Barn Tour is Here

The Madison Historic Barn Tour weekend, July 11 & 12, 2014 is here! Due to the large number of advanced tickets sold, the Friday night talk by Bob Cottrell has been moved to Noyes Hall at the Madison Elementary School.

With 7 wonderful old 18th and 19th century barns on the Saturday Tour, including E.E. Cummings’ Joy Farm, and a wonderful and informative speaker Friday night, the weekend promises to be a great time. A list of the other forty plus Madison barns over 100 years old will be available for those who want to do more independent exploring.

Browse the Barn themed Art Show, purchase barn notecards and photo sketches, or place a bid on a photo or professional work of art in oil or watercolor at our Silent Auction.

Don’t miss Bob Cottrell’s entertaining talk and discussion of 18th and 19th century New England Barns on Friday night at 7pm at the Madison Elementary School. Bob’s talk is included in the price of the Barn Tour. Tickets are $20 per person and will be sold Friday night and Saturday morning.

The Barn Tour starts at the Madison Library, 1895 Village Road and runs from 10am to 4pm on Saturday July 12th. Bag lunches will be available for sale. Bring a blanket and buy a Barn Tour Bag Lunch to enjoy at one of our Town Beaches or in the garden at the Library.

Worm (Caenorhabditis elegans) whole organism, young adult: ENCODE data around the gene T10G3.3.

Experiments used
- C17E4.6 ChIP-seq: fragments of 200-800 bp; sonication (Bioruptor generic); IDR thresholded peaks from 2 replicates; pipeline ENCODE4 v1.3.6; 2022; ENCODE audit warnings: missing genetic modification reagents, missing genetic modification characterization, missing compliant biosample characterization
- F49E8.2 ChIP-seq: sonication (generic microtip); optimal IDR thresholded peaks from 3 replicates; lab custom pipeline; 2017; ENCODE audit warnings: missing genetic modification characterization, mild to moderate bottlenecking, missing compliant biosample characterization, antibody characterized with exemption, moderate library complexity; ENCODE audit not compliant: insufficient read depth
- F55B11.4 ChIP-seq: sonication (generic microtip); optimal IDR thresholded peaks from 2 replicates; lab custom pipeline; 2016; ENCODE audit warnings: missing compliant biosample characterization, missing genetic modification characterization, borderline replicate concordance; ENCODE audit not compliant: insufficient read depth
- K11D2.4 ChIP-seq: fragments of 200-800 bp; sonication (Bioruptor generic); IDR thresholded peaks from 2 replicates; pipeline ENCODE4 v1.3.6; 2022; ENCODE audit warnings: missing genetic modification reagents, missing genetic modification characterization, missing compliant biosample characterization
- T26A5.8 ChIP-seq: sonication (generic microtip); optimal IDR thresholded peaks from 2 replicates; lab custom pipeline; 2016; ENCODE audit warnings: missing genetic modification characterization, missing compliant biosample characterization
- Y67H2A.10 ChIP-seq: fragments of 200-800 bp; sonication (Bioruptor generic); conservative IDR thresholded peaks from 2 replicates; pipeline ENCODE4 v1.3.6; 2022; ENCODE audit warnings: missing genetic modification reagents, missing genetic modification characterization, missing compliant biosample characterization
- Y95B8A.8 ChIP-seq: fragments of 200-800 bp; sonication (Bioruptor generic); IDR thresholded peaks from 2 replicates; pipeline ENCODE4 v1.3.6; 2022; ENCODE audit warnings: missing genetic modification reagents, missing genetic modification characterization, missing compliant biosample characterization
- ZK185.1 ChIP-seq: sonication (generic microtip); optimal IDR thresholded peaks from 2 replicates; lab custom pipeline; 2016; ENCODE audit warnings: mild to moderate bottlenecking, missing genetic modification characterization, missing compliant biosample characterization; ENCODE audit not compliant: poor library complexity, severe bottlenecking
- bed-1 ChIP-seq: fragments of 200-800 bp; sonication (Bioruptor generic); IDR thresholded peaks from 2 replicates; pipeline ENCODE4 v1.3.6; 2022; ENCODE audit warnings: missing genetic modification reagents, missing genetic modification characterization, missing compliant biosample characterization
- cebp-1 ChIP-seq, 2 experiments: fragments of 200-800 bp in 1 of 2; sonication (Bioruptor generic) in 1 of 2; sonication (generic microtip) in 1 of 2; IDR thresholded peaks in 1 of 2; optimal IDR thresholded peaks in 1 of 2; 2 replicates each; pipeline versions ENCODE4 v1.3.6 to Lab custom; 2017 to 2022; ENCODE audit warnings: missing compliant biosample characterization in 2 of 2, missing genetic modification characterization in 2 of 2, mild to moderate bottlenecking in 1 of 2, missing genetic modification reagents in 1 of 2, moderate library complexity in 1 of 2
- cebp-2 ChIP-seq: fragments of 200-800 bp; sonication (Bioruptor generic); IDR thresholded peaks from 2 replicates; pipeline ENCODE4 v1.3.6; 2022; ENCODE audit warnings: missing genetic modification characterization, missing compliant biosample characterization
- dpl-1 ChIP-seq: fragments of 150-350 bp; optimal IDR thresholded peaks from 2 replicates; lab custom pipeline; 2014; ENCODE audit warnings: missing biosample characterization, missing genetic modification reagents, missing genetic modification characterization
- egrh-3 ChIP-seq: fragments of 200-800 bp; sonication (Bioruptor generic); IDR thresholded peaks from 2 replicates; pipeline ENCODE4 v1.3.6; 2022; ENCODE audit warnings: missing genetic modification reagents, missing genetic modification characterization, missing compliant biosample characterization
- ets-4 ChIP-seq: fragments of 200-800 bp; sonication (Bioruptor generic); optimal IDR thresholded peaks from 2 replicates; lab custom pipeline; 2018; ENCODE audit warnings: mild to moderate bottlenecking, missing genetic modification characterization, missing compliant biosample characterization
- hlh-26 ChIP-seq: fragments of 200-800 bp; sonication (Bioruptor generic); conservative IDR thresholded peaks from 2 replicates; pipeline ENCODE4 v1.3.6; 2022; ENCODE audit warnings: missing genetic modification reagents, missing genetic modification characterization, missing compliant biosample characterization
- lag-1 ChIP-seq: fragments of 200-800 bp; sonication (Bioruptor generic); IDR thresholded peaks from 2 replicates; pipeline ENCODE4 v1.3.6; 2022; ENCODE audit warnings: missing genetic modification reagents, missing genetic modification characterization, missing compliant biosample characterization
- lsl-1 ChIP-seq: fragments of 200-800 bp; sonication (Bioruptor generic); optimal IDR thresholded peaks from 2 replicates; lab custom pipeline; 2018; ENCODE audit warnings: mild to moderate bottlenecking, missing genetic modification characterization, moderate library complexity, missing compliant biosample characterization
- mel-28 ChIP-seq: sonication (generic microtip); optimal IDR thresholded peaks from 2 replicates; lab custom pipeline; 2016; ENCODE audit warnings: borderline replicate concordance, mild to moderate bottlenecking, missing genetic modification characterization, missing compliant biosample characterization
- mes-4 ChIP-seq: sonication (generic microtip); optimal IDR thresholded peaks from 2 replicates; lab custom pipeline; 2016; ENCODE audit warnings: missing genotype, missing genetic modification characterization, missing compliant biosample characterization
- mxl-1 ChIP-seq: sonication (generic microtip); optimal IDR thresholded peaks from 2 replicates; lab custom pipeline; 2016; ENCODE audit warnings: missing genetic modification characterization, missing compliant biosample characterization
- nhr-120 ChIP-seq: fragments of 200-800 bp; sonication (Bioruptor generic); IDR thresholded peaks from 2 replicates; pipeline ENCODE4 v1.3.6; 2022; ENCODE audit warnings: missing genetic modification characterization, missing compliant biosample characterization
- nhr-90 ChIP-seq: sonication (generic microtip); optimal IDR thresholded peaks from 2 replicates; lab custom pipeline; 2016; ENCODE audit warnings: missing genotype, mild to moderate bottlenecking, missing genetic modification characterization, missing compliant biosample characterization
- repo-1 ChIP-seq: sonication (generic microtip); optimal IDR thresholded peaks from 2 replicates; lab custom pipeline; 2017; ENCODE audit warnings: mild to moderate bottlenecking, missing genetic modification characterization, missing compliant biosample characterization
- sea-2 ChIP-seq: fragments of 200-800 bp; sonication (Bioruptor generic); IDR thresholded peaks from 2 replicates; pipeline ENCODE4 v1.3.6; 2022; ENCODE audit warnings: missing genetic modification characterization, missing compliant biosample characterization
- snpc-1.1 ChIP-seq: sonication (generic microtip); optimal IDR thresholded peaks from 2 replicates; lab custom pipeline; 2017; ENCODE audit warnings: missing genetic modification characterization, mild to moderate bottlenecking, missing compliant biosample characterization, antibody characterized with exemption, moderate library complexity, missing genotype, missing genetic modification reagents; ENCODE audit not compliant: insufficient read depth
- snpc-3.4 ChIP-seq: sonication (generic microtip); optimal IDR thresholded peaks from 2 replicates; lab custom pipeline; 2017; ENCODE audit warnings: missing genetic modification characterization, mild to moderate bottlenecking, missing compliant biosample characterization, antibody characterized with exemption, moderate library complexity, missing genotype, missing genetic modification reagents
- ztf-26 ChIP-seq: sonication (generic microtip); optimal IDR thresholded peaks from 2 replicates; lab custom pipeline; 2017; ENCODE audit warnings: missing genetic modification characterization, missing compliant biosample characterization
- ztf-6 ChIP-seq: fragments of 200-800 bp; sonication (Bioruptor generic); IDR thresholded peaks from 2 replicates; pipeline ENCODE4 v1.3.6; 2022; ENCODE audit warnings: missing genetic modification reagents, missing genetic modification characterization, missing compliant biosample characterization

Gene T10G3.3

All proceeds of Barn Tour events benefit the non-profit Friends of Madison Library.

For more information send an email to



Art Show and Silent Auction

Thanks to the Mount Washington Valley Arts Association and the Friday Painters, the “Barn Art” show is now on display and the silent auction is open for bids in the Chick Room of the Madison (NH) Library.

Here is just a sampling of the wonderful work on display. Stop by to view the originals which are much more vibrant than the photos.

Water color by JP Goodwin

Water color by JP Goodwin

Aline Lotter

Aline Lotter

"Not on my watch" by Susan Fortier

“Not on my watch” by Susan Fortier



Ambrose Barn

Ambrose Barn by Sharon Allen

Barn Art_043

Dorothy Rogers ~ McKenzie Barn

This show is open to the public free of charge during regular library hours and all day Saturday July 12th during the Madison Barn Tour. The Silent Auction ends at 3 pm on the 12th.


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We need and welcome your financial support of our programs and our mission. All donations are fully tax deductible.Make a Donation ButtonThank you!

ART AND ARTISTS ~ Barns and Farms in Art

Located in the Mount Washington Valley of New Hampshire, the small town of Madison has long been home to plein air painters and other artists.

Early in the nineteenth century artists first began to travel to the White Mountains of New Hampshire to paint and sketch. Arriving by horse drawn coach or carriage, for most of these travelers Mount Chocorua was the first prominent and identifiable peak they saw. Two of the main stage coach lines to northern New Hampshire ran through Madison where several establishments provided stables and lodging for guests.